USA v. Ibrahimshah Shahulhameed


OPINION filed: AFFIRMED, decision not for publication. Danny J. Boggs, (authoring), Circuit Judge; Jeffrey S. Sutton, Circuit Judge; and Jane Branstetter Stranch, Circuit Judge.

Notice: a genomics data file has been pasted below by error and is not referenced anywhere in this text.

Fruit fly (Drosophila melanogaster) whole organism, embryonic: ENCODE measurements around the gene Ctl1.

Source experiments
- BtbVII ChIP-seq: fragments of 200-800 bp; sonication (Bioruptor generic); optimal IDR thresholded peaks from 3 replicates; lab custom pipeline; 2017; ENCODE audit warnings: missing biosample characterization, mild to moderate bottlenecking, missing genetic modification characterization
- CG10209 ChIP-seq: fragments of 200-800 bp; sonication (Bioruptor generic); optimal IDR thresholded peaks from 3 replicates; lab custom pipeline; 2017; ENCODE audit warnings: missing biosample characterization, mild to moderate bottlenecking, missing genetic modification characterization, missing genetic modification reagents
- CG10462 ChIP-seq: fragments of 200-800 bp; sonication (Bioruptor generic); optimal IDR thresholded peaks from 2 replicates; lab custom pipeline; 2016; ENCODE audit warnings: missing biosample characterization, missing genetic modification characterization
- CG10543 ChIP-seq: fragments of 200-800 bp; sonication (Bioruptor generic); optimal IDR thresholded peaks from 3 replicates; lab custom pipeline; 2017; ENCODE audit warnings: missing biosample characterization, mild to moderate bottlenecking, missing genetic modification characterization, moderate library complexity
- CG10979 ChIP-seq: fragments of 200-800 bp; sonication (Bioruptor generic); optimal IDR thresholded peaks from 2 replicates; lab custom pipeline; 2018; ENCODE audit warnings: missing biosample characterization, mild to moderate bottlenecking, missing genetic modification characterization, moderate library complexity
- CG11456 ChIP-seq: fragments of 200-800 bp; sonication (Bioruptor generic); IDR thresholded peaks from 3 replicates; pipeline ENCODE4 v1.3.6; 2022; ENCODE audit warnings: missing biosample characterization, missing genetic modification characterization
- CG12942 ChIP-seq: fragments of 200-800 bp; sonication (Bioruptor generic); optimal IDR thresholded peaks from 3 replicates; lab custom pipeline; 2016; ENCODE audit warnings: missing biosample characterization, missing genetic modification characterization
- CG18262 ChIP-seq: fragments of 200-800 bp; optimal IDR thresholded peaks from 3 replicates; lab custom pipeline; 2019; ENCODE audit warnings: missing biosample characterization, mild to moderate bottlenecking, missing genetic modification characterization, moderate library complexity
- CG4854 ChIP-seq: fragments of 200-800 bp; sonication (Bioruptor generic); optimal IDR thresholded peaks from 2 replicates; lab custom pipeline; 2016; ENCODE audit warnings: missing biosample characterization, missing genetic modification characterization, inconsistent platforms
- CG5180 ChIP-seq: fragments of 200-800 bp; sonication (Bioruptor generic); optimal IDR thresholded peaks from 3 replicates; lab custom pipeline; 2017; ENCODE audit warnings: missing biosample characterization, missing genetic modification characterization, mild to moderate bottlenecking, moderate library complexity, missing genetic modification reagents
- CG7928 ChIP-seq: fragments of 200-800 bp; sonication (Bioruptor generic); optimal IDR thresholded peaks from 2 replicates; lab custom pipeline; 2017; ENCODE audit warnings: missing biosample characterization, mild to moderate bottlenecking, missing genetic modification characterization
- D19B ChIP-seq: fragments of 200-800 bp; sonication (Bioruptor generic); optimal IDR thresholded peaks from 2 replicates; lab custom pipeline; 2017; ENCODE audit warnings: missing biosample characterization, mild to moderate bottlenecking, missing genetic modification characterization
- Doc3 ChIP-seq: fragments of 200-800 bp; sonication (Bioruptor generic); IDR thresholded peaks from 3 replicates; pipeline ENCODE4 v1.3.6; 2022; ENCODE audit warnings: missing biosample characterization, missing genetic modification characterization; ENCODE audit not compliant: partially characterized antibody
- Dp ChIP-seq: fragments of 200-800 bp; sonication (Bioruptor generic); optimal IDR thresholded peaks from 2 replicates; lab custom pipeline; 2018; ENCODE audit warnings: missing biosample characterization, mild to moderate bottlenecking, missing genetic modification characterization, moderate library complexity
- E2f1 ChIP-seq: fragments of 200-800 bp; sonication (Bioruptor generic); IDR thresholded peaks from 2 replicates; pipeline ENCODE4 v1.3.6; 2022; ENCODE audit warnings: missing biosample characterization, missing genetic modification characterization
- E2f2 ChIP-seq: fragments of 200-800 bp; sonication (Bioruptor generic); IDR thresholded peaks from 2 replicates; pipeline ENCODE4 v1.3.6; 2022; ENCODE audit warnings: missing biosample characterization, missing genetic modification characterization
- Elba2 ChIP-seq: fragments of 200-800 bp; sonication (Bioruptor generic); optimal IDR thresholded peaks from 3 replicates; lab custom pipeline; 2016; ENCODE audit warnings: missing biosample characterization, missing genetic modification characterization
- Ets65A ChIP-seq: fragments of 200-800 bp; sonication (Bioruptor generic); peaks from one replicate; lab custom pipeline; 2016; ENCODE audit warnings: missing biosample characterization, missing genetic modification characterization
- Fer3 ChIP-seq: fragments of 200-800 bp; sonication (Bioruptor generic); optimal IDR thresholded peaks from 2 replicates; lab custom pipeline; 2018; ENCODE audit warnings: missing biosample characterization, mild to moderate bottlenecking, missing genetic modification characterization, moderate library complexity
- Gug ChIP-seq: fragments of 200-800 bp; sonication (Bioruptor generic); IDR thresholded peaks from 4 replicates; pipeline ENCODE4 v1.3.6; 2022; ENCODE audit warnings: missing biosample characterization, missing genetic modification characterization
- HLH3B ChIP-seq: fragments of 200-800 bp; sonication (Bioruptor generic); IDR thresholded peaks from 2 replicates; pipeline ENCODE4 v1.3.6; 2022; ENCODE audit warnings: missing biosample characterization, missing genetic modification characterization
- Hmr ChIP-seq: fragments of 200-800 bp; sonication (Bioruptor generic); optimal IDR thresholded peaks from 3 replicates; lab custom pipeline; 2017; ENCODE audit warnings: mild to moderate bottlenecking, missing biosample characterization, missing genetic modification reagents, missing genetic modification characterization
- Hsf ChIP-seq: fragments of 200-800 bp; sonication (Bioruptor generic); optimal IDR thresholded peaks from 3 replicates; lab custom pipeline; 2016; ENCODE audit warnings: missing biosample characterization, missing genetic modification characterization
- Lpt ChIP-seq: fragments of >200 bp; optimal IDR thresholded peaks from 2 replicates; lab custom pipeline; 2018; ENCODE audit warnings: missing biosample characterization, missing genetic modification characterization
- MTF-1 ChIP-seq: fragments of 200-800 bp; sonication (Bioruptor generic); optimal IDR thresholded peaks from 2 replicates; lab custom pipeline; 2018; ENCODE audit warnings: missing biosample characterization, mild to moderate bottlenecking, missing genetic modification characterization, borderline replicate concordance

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Case: 14-5718 Document: 49-1 Filed: 10/22/2015 Page: 1 NOT RECOMMENDED FOR FULL-TEXT PUBLICATION File Name: 15a0710n.06 Case No. 14-5718 UNITED STATES COURT OF APPEALS FOR THE SIXTH CIRCUIT FILED UNITED STATES OF AMERICA, Plaintiff-Appellee, v. IBRAHIMSHAH SHAHULHAMEED, Defendant-Appellant. ) ) ) ) ) ) ) ) ) ) ) Oct 22, 2015 DEBORAH S. HUNT, Clerk ON APPEAL FROM THE UNITED STATES DISTRICT COURT FOR THE EASTERN DISTRICT OF KENTUCKY BEFORE: BOGGS, SUTTON, and STRANCH, Circuit Judges. BOGGS, Circuit Judge. On the evening of August 23, 2012, Ibrahimshah Shahulhameed was fired from his job at GlobalSource IT as a contractor for Toyota Motors. A few hours later, Toyota experienced a cyberattack that rendered several of its computer servers inoperable. Toyota’s investigation revealed that the attack came from Shahulhameed’s Toyota-owned laptop and Shahulhameed’s user account. An independent investigator and the FBI corroborated Toyota’s findings. Shahulhameed was arrested and charged with “knowingly caus[ing] the transmission of a program, information, code, or command, and as a result of such conduct, intentionally caus[ing] damage without authorization, to a protected computer,” resulting in at least $5,000 of damage in a one-year period, in violation of 18 U.S.C. § 1030(a)(5)(A), (c)(4)(B)(i). After a five-day trial, Case: 14-5718 Document: 49-1 Filed: 10/22/2015 Page: 2 Case No. 14-5718 United States v. Shahulhameed a jury returned a guilty verdict. Shahulhameed appeals on the ground that there was insufficient evidence to support the conviction. After carefully considering the evidence, we affirm Shahulhameed’s conviction. I In reviewing the sufficiency of the evidence, we must affirm the conviction if “after viewing the evidence in the light most favorable to the prosecution, any rational trier of fact could have found the essential elements of the crime beyond a reasonable doubt.” United States v. Warshak, 631 F.3d 266, 308 (6th Cir. 2010) (quoting Jackson v. Virginia, 443 U.S. 307, 319 (1979)). II A A reasonable jury could have found that Shahulhameed knowingly transmitted computer codes and commands to a protected computer. Dennis James Seibert, Jr., a specialist in Toyota’s information security department, testified that Shahulhameed’s password-protected user account (“ishah”) logged in to Toyota’s remote-access system on the following occasions: Login Access #1 Access #2 Access #3 Access #4 Logout August 23, 2012 11:56:04 PM August 24, 2012 3:10:10 AM August 24, 2012 4:40:45 AM August 24, 2012 6:26:07 AM August 24, 2012 1:55:26 AM August 24, 2012 4:20:07 AM August 24, 2012 6:13:48 AM August 24, 2012 6:55:09 AM The IP address associated with these log ins,, matched the IP address of the Toyota-owned laptop issued to Shahulhameed for work. Logging in to the remote-access system 2 Case: 14-5718 Document: 49-1 Filed: 10/22/2015 Page: 3 Case No. 14-5718 United States v. Shahulhameed from a Toyota-owned laptop using an assigned user name and password is the only way to access Toyota’s servers from outside of Toyota’s facilities. That night, during those remote log-in sessions, Shahulhameed’s laptop accessed Toyota’s computer servers and transmitted codes and commands to them. Shahulhameed’s laptop made changes to the configuration files for the website, the eKanban system, the Long Lead Time Parts system, and the Oracle Business Intelligence system. A search of the Internet browsing history on Shahulhameed’s laptop confirmed that his laptop accessed the servers. Because these changes came from Shahulhameed’s laptop and his password-protected user account, a reasonable jury could have found that Shahulhameed was behind them. In addition, Toyota’s computer systems were “protected.” A “protected computer” is a computer “used in or affecting interstate or foreign commerce or communication.” 18 U.S.C. § 1030(e)(2)(B). Tom Cantrell, assistant manager at Toyota’s information systems technology department, testified that approximately 700 suppliers across the United States interact with Toyota through, and that the above-mentioned computer systems are used by Toyota employees in states across the country. Based on the foregoing evidence, a reasonable jury could have found that Shahulhameed knowingly transmitted computer codes and commands to Toyota’s protected computer systems. B The evidence also shows that Shahulhameed acted without authorization. Authorization requires approval or sanction. See WEC Carolina Energy Sols. LLC v. Miller, 687 F.3d 199, 204 (4th Cir. 2012). Andrew Sell, a technical recruiter for GlobalSource IT, testified that he received a call on August 23, 2012, from Adi Gimpaunu, a GlobalSource contractor working for Toyota, 3 Case: 14-5718 Document: 49-1 Filed: 10/22/2015 Page: 4 Case No. 14-5718 United States v. Shahulhameed stating that Shahulhameed had harassed Gimpaunu by demanding that Gimpaunu pay Shahulhameed a “finder’s fee,” or something to that effect. Managers at Toyota heard about the incident and called GlobalSource that evening, stating that one of the two contractors had to be removed. Sell called Shahulhameed on the evening of August 23, 2012, and “told him that the decision has been made that your project has been terminated, that you should have no contact with anyone at Toyota, [and] that you should not report to Toyota tomorrow morning, the next day.” Sell asked if Shahulhameed understood, and Shahulhameed said, “yes, okay.” Sell also sent Shahulhameed an e-mail that same evening clarifying that he should not report to work the next day and that he should not have contact with anyone at Toyota. Shahulhameed testified that he received the e-mail and replied to it. Shahulhameed argues that his access was authorized because Toyota did not disable his user account until at least eight hours after his conversation with Andrew Sell. But Toyota’s failure to disable his account does not mean that his access was authorized; the phone call and email from Sell are sufficient to establish a lack of authorization. Given the late hour—Sell emailed Shahulhameed around midnight—it is not surprising that Toyota waited until the next business day to disable his account. A reasonable jury could have found that Shahulhameed was not authorized to access Toyota’s computer systems. C Shahulhameed intentionally caused damage to Toyota’s computer systems. Dennis Seibert testified that the configuration changes traced to Shahulhameed’s laptop on the morning of August 24, 2012, included: (1) disabling load balancing between servers, which prevented users from accessing the systems; (2) changing letters in connector names, which made it impossible for servers to communicate with each other, effectively shutting the 4 Case: 14-5718 Document: 49-1 Filed: 10/22/2015 Page: 5 Case No. 14-5718 United States v. Shahulhameed servers down; and (3) adding unknown password requirements for access to administrative consoles, which made it impossible to use the consoles. Based on this evidence, a reasonable jury could discredit Shahulhameed’s claim of only trying to help Toyota close his projects or transition them to others. The destructive nature of these changes betrays an intention to cause damage. Seibert testified that in his opinion, the changes were not consistent with a business purpose. Some of the changes were minute and difficult to detect without a specialized tool. In one instance, the letter “S” was changed from uppercase to lowercase, and in another, the letter “O” was switched with the number “0.” Adam Keown, a special agent with the FBI, testified that making these subtle changes, without coordinating with colleagues, was harmful and inconsistent with a legitimate business purpose. The attacker also used a touch command, which changes the timestamp for when the file was last modified. Agent Keown testified that the touch command is commonly used by cyberattackers in an attempt to hide their changes. Justin Hall, an outside forensic investigator with Cincinnati Bell Technology Solutions, testified that the attacker removed history files and modified files in a way that “you wouldn’t do unless you were trying to hide something.” Shahulhameed contends that it would be irrational for him, an experienced professional with family obligations, to commit such an easily-detectable crime intentionally. But emotions can lead to rash decisions, and Shahulhameed’s attempts at hiding his tracks suggest that he may well have thought that he could escape detection. A reasonable jury could have concluded that Shahulhameed intentionally damaged Toyota’s computer systems. 5 Case: 14-5718 Document: 49-1 Filed: 10/22/2015 Page: 6 Case No. 14-5718 United States v. Shahulhameed D Finally, the evidence shows that Shahulhameed’s conduct resulted in at least $5,000 of damage in a one-year period. Agent Keown investigated the costs that Toyota incurred as a result of the cyberattack. Toyota provided Keown with documentation showing that Toyota employees spent 2,133 hours responding to the cyberattack between August 24 and October 30, 2012, with an estimated value of $152,070. Toyota also paid Cincinnati Bell Technology Solutions for 200 hours of labor at $175 per hour between August 24 and September 30, 2012, totaling $35,000. These figures were not challenged at trial. Contrary to Shahulhameed’s argument, the prosecution demonstrated exactly how it calculated the damage that Toyota suffered. Based on this evidence, a reasonable jury could have found that Shahulhameed caused at least $5,000 of damage. III Shahulhameed cites United States v. White for the proposition that “evidence which requires a leap of faith in order to support a conviction” is insufficient. 932 F.2d 588, 590 (6th Cir. 1991) (per curiam). White held that the defendant’s mere awareness of a marijuana patch growing behind his house was insufficient to establish possession or intent to distribute when: (1) the marijuana patch was not on his property; (2) there was no testimony that he was ever seen in the patch; (3) there was no path connecting his trailer home to the patch; (4) there was overgrowth between his trailer and the patch; (5) the fertilizer in the patch did not match the fertilizer in his trailer; (6) the police found no seeds, scales, or drug paraphernalia when they searched his trailer; and (7) his physical disability suggested that he lacked the physical capacity to grow a twenty foot by thirty foot marijuana patch. Ibid. Here, no leap of faith is required. The cyber-attack came from a laptop assigned to Shahulhameed and in Shahulhameed’s 6 Case: 14-5718 Document: 49-1 Filed: 10/22/2015 Page: 7 Case No. 14-5718 United States v. Shahulhameed possession. It was launched from his password-protected account, just hours after he was fired. The nature and extent of the damage and Shahulhamed’s attempts to cover his tracks could lead a reasonable jury to believe that he intended to cause damage. A rational trier of fact could have found beyond a reasonable doubt that Shahulhameed knowingly transmitted codes and commands that intentionally caused damage to Toyota’s protected computers without authorization, resulting in at least $5,000 of damage in a one-year period. Shahulhameed’s conviction is AFFIRMED. 7